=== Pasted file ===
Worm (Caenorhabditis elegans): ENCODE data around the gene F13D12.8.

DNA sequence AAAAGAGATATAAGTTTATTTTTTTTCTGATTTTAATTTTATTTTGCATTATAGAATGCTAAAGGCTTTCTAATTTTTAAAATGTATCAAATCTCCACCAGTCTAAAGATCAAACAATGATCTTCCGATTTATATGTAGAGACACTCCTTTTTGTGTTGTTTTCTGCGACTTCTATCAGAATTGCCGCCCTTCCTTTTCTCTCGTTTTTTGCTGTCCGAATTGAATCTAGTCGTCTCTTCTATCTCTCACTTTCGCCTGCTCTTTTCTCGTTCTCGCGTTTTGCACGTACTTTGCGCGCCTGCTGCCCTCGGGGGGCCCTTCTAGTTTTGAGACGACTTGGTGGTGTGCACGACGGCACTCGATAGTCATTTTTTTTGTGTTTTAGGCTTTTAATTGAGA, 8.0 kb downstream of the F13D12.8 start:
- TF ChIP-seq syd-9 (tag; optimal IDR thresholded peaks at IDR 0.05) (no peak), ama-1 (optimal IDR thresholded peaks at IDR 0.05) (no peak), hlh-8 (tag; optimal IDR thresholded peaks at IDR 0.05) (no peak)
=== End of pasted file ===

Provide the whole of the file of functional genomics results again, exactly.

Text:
Worm (Caenorhabditis elegans): ENCODE data around the gene F13D12.8.

DNA sequence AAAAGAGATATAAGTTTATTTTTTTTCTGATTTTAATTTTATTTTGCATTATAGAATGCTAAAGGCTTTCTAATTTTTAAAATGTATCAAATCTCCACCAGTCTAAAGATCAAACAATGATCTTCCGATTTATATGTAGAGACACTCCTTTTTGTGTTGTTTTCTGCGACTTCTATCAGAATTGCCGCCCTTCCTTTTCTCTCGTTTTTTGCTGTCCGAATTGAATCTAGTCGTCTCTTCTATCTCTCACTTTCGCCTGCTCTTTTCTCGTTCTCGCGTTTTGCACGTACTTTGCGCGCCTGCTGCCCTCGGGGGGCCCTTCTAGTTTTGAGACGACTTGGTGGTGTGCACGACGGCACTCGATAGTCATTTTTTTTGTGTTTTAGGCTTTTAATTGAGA, 8.0 kb downstream of the F13D12.8 start:
- TF ChIP-seq syd-9 (tag; optimal IDR thresholded peaks at IDR 0.05) (no peak), ama-1 (optimal IDR thresholded peaks at IDR 0.05) (no peak), hlh-8 (tag; optimal IDR thresholded peaks at IDR 0.05) (no peak)